Six patients with central nervous system manifestations of Lyme disease are reported from the Department of Neurology, Georgetown University School of Medicine, Washington, DC. Behavioral changes, ataxia, and/or weakness in bulbar or peripheral muscles developed weeks to years after the initial infection. Four patients had lymphocytic pleocytosis in the CSF and two had MRI evidence of demyelination. All patients had elevated antibody titers to B burgdorferi in serum and all were treated with high-dose intravenous penicillin. Four had recovered completely within one to three months. One patient had persistent brief episodes of vestibular neuronitis and optic neuritis 15 months after antibiotic therapy for myelitis. One patient in whom antibiotic therapy had been delayed for two years after the onset of CSF abnormalities failed to respond to repeated courses of IV penicillin and showed a progressive neurologic involvement with bilateral peripheral facial weakness, double vision, weakness of triceps, wrist and finger flexors and loss of sensation in hands and arms. [1]

COMMENT. A case of latent Lyme neuroborreliosis is reported in a 17 year old boy from the University of Munich, Germany [2]. Borrelia burgdorferi was isolated from the CSF, serum IgG antibody titers were elevated, but concurrent inflammatory signs of CSF as well as intrathecal antibody production were absent. Bilateral tinnitus was the only clinical symptom and this could not definitely be attributed to the Borrelial infection.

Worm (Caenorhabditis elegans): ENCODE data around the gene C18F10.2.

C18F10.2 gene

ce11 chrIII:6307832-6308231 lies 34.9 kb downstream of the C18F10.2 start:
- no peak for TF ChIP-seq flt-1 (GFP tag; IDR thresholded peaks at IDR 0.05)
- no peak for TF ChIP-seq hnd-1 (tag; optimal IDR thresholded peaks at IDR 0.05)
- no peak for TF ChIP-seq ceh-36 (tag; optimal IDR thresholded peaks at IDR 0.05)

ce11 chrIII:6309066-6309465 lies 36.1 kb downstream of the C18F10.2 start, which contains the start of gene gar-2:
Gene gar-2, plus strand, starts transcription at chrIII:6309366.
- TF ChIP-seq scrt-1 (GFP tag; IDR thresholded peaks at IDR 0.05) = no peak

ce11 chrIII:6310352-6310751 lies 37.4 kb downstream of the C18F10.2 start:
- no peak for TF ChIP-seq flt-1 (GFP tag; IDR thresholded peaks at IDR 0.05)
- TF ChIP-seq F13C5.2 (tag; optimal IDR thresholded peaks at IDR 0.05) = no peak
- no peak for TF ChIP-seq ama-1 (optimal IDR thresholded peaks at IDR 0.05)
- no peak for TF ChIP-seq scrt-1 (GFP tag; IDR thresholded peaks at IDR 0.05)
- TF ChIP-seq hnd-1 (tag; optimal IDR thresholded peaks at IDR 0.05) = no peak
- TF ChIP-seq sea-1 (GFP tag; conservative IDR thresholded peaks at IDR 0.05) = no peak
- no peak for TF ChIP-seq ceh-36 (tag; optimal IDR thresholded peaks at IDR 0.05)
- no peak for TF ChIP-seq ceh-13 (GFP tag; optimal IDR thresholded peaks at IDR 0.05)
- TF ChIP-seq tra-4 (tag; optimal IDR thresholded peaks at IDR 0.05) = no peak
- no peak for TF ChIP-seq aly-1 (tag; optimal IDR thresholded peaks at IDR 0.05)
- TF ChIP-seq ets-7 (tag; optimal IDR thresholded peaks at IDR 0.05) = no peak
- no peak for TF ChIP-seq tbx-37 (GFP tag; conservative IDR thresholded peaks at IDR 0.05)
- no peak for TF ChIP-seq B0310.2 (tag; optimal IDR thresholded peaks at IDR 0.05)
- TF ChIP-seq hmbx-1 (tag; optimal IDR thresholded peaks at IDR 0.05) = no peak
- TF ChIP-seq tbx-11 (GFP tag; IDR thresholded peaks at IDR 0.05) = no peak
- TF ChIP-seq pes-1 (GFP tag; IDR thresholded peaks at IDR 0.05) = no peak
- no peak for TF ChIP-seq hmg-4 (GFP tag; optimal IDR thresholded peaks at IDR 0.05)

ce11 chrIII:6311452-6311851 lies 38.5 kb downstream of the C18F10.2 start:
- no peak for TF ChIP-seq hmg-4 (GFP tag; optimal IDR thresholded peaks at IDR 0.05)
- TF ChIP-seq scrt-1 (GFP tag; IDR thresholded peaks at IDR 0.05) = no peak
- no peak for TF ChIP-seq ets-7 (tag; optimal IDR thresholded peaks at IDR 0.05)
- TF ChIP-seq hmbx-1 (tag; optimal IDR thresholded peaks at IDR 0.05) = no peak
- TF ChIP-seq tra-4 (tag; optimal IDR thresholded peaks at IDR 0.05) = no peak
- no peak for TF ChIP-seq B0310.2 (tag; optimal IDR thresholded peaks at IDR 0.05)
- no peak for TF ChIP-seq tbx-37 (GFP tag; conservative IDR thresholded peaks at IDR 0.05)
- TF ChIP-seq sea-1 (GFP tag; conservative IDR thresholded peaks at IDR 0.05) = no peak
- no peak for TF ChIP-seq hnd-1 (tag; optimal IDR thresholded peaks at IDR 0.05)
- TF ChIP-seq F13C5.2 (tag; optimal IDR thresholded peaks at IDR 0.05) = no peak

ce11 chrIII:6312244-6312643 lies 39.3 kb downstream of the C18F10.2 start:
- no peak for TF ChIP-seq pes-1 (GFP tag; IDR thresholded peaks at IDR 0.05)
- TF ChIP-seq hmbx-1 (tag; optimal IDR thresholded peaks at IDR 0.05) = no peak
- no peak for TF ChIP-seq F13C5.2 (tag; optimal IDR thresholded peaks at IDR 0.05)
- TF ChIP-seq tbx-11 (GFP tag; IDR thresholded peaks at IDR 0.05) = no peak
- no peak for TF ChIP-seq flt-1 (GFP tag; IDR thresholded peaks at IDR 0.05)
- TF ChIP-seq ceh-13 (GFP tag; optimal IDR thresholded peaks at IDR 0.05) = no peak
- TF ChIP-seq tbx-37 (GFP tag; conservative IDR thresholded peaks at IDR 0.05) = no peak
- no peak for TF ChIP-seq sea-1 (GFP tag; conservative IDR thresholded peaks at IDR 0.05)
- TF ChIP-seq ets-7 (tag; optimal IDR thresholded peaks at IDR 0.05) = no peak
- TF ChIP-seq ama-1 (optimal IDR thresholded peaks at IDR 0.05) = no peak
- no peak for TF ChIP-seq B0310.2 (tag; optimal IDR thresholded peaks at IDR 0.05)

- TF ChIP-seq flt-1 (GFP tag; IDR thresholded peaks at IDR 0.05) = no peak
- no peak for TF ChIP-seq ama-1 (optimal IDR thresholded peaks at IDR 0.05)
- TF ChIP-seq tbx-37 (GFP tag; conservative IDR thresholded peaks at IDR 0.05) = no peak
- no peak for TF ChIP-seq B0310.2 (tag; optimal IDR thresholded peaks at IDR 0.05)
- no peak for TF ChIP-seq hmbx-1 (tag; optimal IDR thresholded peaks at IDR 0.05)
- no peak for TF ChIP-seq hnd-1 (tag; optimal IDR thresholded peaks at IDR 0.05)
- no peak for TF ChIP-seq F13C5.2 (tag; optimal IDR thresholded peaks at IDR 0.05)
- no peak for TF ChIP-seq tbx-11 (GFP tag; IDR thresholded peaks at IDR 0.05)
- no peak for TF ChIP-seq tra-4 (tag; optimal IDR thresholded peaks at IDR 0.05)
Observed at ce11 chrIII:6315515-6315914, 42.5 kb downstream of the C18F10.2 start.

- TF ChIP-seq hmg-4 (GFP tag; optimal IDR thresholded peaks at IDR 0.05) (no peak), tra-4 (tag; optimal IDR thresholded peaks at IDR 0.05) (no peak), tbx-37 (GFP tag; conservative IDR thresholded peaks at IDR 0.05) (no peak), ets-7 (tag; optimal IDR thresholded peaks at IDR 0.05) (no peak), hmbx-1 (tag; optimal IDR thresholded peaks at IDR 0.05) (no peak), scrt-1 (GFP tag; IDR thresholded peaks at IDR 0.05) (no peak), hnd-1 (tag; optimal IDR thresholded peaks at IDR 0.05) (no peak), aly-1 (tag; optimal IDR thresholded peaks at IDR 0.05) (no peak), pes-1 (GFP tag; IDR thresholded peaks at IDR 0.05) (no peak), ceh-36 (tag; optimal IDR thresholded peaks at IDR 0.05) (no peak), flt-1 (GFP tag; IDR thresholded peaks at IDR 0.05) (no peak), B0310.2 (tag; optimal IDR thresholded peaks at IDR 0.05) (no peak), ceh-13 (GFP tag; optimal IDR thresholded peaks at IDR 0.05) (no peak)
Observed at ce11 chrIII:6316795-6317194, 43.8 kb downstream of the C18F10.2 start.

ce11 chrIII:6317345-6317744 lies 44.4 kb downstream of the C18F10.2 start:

Lyme disease is the subject of Medical Progress [3]. Lyme disease commonly begins in summer with a characteristic skin lesion, erythema migrans, accompanied by flu-like or meningitis-like symptoms. Weeks or months later the patient may have neurologic or cardiac abnormalities, migratory musculoskeletal pain or arthritis. After the first several weeks of infection almost all patients have a positive antibody response to the spirochete and serologic determinations are currently considered the most practical laboratory aid in diagnosis. The author concludes that appropriate antibiotics are usually curative but longer courses of therapy are often needed later in the illness and some patients may not respond. The fetus may be at risk in mothers treated for the disease; a pregnant woman in Europe whose erythema migrans was treated with oral antibiotics gave birth to an infant who died of Lyme encephalitis. [4]